Too bad those same rules don't apply to health insurance huh? I have yet to actually make use of my health insurance for all the years I've had it but the rates just keep going up every year.
  17.    #117  
    Quote Originally Posted by Cantaffordit View Post
    would you like to provide data showing that veteran healthcare costs are reasonable? Right after you connect the term 'quality' with 'walter reed hospital...

    you missed the point which was: if you look at current govt health care (ignoring veterans programs for a moment) it will be hard to argue that they are cost effective or controlling cost.
    No problem. Let's start with quality:

    The Annals of Internal Medicine recently published a study that compared veterans health facilities with commercial managed-care systems in their treatment of diabetes patients. In seven out of seven measures of quality, the VA provided better care.
    It gets stranger. Pushed by large employers who are eager to know what they are buying when they purchase health care for their employees, an outfit called the National Committee for Quality Assurance today ranks health-care plans on 17 different performance measures. These include how well the plans manage high blood pressure or how precisely they adhere to standard protocols of evidence-based medicine such as prescribing beta blockers for patients recovering from a heart attack. Winning NCQA's seal of approval is the gold standard in the health-care industry. And who do you suppose this year's winner is: Johns Hopkins? Mayo Clinic? Massachusetts General? Nope. In every single category, the VHA system outperforms the highest rated non-VHA hospitals.
    Not convinced? Consider what vets themselves think. Sure, it's not hard to find vets who complain about difficulties in establishing eligibility. Many are outraged that the Bush administration has decided to deny previously promised health-care benefits to veterans who don't have service-related illnesses or who can't meet a strict means test. Yet these grievances are about access to the system, not about the quality of care received by those who get in. Veterans groups tenaciously defend the VHA and applaud its turnaround. "The quality of care is outstanding," says Peter Gayton, deputy director for veterans affairs and rehabilitation at the American Legion. In the latest independent survey, 81 percent of VHA hospital patients express satisfaction with the care they receive, compared to 77 percent of Medicare and Medicaid patients.
    Feel free to try this link as well:

    How Veterans' Hospitals Became the Best in Health Care - TIME

    There are not many comparisons of costs, because of the VA population that uses VA as well as non-VA services. However, what has been studied suggests VA costs are lower than Medicare and lower than private care.

    B6. How do VA costs compare to the cost of non-VA providers?

    Reasons to compare VA costs
    There are a number of reasons to compare the cost of VA care to the costs of other providers. VA users often obtain additional care outside the VA system through Medicare, Medicaid, or other forms of insurance. This “dual use” is particularly common among veterans eligible for Medicare. A natural question, therefore, is how VA costs compare to those of Medicare-funded services. Policy makers are also interested in learning whether it is more efficient for VA to make or buy the health care services that it provides to veterans, and whether VA is operating as efficiently as non-VA hospitals.
    Comparison of VA Cost to Medicare Reimbursement
    The most thorough study comparing the relative cost of VA provided care was an HSR&D study that compared actual VA costs at six VA medical centers to the hypothetical fee-for-service payments for the same services that would have been paid by Medicare. The final report (Nugent, 2004) found that VA was providing care at a lower cost. Details from this study appeared as a series of papers in a special supplement of Medical Care in 2003. The overview paper for the papers in this supplement is cited below (Nugent, 2003). The supplement includes papers with detailed comparisons for difference services, including acute hospital stays, outpatient care, nursing home, and other types of care.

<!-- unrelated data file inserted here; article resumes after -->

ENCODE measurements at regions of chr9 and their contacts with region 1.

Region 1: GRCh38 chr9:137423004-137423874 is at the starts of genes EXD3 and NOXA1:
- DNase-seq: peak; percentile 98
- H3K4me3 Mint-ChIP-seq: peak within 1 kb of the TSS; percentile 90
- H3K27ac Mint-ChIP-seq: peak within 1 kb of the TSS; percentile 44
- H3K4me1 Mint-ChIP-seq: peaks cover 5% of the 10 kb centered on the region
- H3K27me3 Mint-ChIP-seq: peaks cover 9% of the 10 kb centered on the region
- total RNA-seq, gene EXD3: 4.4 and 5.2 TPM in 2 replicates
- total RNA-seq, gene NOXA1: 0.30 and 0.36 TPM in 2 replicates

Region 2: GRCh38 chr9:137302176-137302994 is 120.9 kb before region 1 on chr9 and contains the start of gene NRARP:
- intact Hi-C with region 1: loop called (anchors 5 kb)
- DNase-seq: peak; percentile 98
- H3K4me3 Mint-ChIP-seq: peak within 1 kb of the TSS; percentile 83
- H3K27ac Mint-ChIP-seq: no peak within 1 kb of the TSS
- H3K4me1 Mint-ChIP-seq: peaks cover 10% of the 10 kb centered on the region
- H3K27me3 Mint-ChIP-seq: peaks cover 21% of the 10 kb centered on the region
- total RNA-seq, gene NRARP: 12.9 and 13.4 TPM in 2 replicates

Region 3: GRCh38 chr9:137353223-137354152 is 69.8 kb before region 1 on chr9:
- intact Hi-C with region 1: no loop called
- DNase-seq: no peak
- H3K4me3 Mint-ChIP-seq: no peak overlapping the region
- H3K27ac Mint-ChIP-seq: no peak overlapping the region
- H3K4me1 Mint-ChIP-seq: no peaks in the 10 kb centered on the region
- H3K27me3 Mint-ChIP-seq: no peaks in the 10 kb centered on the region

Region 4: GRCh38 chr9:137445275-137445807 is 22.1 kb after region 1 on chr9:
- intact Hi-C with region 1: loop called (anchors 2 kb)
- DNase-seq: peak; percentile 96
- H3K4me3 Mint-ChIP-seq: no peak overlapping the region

Evaluation of VA Pharmacy Costs
    It has been estimated that VA’s Pharmacy Benefits Management (PBM) program saved VA $1.5 billion between 1995 and 1999 (Sales, 2005). VA prices for 20 medications commonly used by seniors are lower even than those negotiated by private PBM companies for the Medicare Prescription Drug Plan (Families USA, 2005).
    Other Comparisons of VA Costs
    A review of the literature comparing VA to non-VA costs (Hendricks, 1999) found no evidence that VA costs were higher than the private sector. Most studies have noted the difficulty in comparing costs between systems in which the patients served and the scope of services provided are so different. fferent.
  18. #118  
    Quote Originally Posted by davidra View Post
    Yeah, yeah. Decades. Do you really want to take a look at the graphs of what happened to jobs and the stock market from the passage of leadership from Clinton to Bush? Really? Those Bush tax cuts really helped a lot.
    Ever hear of the dot-com bubble? It started to collapse in early 2000 and was well underway before the election.

    IMHO, this had more to do with the financial crisis and housing collapse than any of the wars.
    FRONTLINE: the warning | PBS
  19.    #119  
    Quote Originally Posted by hrminer92 View Post
    Ever hear of the dot-com bubble? It started to collapse in early 2000 and was well underway before the election.

    IMHO, this had more to do with the financial crisis and housing collapse than any of the wars.
    FRONTLINE: the warning | PBS
    There is no question that the casino-like mentality of Wall Street and the lack of regulation was a major contributor....but you can't ignore the effect of a trillion dollar expenditure that was NOT paid for. Don't you think we might be slightly better off with an extra trillion dollars?
  20. #120  
    Quote Originally Posted by hrminer92 View Post
    Ever hear of the dot-com bubble? It started to collapse in early 2000 and was well underway before the election.

    IMHO, this had more to do with the financial crisis and housing collapse than any of the wars.
    FRONTLINE: the warning | PBS
    Internal economy yes. But the wars are what put us into such horrible debt making it harder for us in the long run. Even despite failings of the government to deal with the warning signs of those sectors' impending collapse we'd still have been better off managing them if we hadn't piled on debt from two different, concurrent wars, only one of which actually had real justification.